“Whiskey is for drinking; water is for fighting over.” Often attributed to Mark Twain, whoever said that seemed to have quite a bit of foresight, something the mainstream cleantech community is only recently warming up to.
The fights over water use facing utility scale solar thermal projects in the desert Southwest may have a lot to do with opening the eyes of the clean-tech community, but the sector’s challenges and opportunities are much broader than that, as scores of Californians, Middle Easterners, and Australians will attest. So why, with the problems so immediate and demand remaining strong in the $58 billion annual market for water technologies, has water investment as a percentage of venture investment declined since 2005?
To be fair, said Michael Hanemann at last Friday’s BERC Energy Symposium at UC Berkeley, the private sector has been scratching its head about how to take advantage of business opportunities in water for years, but the opportunities are just not that easy to monetize. He noted that nearly 90 percent of Americans receive their drinking water from public water systems.
While about half of drinking water utilities in the U.S. are privately owned, these companies provide water to just one tenth of Americans served by public water systems, and only 3 percent of Americans get wastewater services from private utilities (National Association of Water Companies). There are some giants in the water industry – GE, Siemens and Halliburton are heavily involved, but many may have never even heard of the world’s largest water company, France-based Veolia Environnement.
But despite the lack of hype about the water industry over the last decade, there seems to be an awakening as of late as academics, nonprofits, investors, and entrepreneurs align to take a shot at breaking through the barriers to innovation in the water sector.
For those interested in catching up on the space, the Cleantech Group featured quite an interesting corps of water leaders at its February San Francisco Cleantech Forum, and UC Berkeley’s BERC Energy Symposium had an excellent panel of water experts including Steve Weismann of the California Center for Environmental Law and Policy, Matthew Heberger of the Pacific Institute, Laurie Park of Navigant Consulting, and Noah Goldstein of Lawrence Berkeley National Laboratory, in addition to world-renown professor Hanemann.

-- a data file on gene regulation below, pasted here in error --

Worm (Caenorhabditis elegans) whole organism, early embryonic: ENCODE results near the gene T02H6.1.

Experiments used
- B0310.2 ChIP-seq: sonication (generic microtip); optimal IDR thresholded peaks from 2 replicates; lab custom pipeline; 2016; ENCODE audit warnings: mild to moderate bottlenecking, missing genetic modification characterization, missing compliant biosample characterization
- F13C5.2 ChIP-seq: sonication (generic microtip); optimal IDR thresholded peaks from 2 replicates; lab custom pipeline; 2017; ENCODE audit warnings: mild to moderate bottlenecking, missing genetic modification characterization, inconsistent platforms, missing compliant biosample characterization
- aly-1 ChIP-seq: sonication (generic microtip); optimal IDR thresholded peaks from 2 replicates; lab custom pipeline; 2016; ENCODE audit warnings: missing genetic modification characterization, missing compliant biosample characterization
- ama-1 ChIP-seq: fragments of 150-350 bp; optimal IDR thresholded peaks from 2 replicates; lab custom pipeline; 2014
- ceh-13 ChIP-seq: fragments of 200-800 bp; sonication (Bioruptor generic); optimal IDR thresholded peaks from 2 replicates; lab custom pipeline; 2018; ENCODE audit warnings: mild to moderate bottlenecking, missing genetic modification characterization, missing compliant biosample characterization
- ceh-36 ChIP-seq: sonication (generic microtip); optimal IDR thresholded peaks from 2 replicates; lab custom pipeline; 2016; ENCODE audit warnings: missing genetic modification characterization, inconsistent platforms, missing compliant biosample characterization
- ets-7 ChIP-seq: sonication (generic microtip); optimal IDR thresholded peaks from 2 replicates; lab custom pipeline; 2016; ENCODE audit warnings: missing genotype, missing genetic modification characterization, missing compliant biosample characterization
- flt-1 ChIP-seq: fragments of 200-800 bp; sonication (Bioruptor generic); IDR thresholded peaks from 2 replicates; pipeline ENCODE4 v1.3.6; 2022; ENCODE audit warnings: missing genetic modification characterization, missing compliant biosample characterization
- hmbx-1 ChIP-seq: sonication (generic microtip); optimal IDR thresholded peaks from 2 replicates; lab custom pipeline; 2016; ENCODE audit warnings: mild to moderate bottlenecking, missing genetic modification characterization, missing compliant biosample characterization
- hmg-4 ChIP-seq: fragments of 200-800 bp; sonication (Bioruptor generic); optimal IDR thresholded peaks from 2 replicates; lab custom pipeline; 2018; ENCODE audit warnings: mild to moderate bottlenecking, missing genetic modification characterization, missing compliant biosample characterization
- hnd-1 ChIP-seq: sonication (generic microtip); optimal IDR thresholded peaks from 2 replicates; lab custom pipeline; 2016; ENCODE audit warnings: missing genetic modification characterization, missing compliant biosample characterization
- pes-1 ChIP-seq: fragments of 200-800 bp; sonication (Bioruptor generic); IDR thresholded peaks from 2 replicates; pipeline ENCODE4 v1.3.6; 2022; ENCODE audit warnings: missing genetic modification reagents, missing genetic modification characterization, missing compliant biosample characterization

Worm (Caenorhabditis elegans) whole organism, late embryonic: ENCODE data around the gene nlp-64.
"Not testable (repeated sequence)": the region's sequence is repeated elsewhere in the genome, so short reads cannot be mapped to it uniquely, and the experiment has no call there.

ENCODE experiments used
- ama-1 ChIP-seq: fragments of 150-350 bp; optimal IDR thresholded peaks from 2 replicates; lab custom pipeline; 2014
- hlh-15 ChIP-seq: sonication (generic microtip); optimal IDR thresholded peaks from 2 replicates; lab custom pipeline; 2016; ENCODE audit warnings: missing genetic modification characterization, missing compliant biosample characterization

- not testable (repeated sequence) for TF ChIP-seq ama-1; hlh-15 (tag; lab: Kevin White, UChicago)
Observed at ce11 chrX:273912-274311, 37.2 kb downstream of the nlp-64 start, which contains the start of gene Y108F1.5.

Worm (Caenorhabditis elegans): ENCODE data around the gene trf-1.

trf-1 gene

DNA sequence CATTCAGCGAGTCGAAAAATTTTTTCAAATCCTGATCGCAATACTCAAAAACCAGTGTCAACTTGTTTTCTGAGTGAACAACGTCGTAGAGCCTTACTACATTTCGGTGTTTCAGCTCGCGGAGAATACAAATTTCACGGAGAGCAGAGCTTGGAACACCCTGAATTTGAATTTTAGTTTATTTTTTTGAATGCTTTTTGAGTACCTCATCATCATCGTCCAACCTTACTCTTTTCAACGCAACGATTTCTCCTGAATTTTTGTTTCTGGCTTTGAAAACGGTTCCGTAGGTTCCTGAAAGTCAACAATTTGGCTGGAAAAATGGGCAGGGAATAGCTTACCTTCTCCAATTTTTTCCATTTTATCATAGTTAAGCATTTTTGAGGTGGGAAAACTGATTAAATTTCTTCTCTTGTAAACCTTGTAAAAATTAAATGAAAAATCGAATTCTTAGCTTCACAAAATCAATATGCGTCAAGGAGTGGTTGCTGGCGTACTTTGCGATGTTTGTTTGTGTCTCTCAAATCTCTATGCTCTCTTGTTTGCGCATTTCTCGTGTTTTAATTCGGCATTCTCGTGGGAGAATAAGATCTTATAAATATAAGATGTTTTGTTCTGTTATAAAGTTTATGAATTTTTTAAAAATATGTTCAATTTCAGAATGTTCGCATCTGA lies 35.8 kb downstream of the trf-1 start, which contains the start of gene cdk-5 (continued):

Numerous prizes have also recently been announced for water sector startups in an effort to jumpstart investor interest in the sector, and it will be interesting to track the winners’ progress. The Cleantech Group and The Guardian’s Global Cleantech 100 included 12 water and wastewater companies, and the nonprofit Artemis Project’s annual competition highlights its top 50 water technologies. Imagine H2O announced French-American vineyard water efficiency startup Fruition Sciences as the winner of its Water Innovators Prize just this past week.
The Water Innovators Prize was particularly focused on water efficiency, an area that has led to a massive decline in industrial water use over the past fifteen years but has had little impact on residential water use. Let’s all hope that some of these incubators are able to nudge water technologies into the marketplace to make more of a dent in this space and others. If they succeed, it will be an exciting year for an often-overlooked industry.
Water event tonight:
Imagine H2O is hosting a showcase on water innovations tonight. Learn about exciting new businesses that have risen to the surface. Meet the winning teams and other finalists from Imagine H2O’s recent Water Innovation Prize, the elite water experts who selected them, and Imagine H2O’s ecosystem of water leaders, including John Bohn, Chairman of the California Public Utilities Commission. Learn more…
Investment in Water Sector Startups lags other clean tech, definitely hasn’t made it to residential yet. http://ow.ly/1nM8s #in
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